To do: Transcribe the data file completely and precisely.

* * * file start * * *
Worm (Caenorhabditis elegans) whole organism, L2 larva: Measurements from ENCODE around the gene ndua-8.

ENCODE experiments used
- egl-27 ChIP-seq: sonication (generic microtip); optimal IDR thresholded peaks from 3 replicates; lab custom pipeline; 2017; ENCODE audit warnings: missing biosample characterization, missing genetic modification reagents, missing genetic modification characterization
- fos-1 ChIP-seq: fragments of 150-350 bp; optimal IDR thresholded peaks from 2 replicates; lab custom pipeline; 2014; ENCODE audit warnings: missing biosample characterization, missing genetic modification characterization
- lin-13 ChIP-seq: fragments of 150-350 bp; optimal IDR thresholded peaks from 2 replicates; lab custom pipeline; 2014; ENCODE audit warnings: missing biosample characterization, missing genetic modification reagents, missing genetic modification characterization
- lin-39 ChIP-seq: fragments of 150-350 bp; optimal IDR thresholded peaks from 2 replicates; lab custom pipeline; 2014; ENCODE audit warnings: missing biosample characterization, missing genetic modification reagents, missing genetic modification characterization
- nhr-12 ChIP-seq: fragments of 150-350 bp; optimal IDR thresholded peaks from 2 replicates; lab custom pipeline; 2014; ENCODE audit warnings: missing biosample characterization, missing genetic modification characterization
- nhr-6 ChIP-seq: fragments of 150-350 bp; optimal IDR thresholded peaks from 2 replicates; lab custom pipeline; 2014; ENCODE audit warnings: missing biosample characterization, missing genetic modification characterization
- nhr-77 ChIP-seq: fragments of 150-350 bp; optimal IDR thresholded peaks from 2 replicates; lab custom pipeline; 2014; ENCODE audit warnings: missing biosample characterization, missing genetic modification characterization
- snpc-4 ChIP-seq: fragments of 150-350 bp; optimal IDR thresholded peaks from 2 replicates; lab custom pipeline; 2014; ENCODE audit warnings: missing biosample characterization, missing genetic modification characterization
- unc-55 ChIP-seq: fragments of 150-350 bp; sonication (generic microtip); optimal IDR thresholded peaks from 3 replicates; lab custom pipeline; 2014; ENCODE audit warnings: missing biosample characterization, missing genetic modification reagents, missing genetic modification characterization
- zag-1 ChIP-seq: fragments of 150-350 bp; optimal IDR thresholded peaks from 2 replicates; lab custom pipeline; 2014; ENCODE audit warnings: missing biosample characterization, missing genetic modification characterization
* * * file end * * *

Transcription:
Worm (Caenorhabditis elegans) whole organism, L2 larva: Measurements from ENCODE around the gene ndua-8.

ENCODE experiments used
- egl-27 ChIP-seq: sonication (generic microtip); optimal IDR thresholded peaks from 3 replicates; lab custom pipeline; 2017; ENCODE audit warnings: missing biosample characterization, missing genetic modification reagents, missing genetic modification characterization
- fos-1 ChIP-seq: fragments of 150-350 bp; optimal IDR thresholded peaks from 2 replicates; lab custom pipeline; 2014; ENCODE audit warnings: missing biosample characterization, missing genetic modification characterization
- lin-13 ChIP-seq: fragments of 150-350 bp; optimal IDR thresholded peaks from 2 replicates; lab custom pipeline; 2014; ENCODE audit warnings: missing biosample characterization, missing genetic modification reagents, missing genetic modification characterization
- lin-39 ChIP-seq: fragments of 150-350 bp; optimal IDR thresholded peaks from 2 replicates; lab custom pipeline; 2014; ENCODE audit warnings: missing biosample characterization, missing genetic modification reagents, missing genetic modification characterization
- nhr-12 ChIP-seq: fragments of 150-350 bp; optimal IDR thresholded peaks from 2 replicates; lab custom pipeline; 2014; ENCODE audit warnings: missing biosample characterization, missing genetic modification characterization
- nhr-6 ChIP-seq: fragments of 150-350 bp; optimal IDR thresholded peaks from 2 replicates; lab custom pipeline; 2014; ENCODE audit warnings: missing biosample characterization, missing genetic modification characterization
- nhr-77 ChIP-seq: fragments of 150-350 bp; optimal IDR thresholded peaks from 2 replicates; lab custom pipeline; 2014; ENCODE audit warnings: missing biosample characterization, missing genetic modification characterization
- snpc-4 ChIP-seq: fragments of 150-350 bp; optimal IDR thresholded peaks from 2 replicates; lab custom pipeline; 2014; ENCODE audit warnings: missing biosample characterization, missing genetic modification characterization
- unc-55 ChIP-seq: fragments of 150-350 bp; sonication (generic microtip); optimal IDR thresholded peaks from 3 replicates; lab custom pipeline; 2014; ENCODE audit warnings: missing biosample characterization, missing genetic modification reagents, missing genetic modification characterization
- zag-1 ChIP-seq: fragments of 150-350 bp; optimal IDR thresholded peaks from 2 replicates; lab custom pipeline; 2014; ENCODE audit warnings: missing biosample characterization, missing genetic modification characterization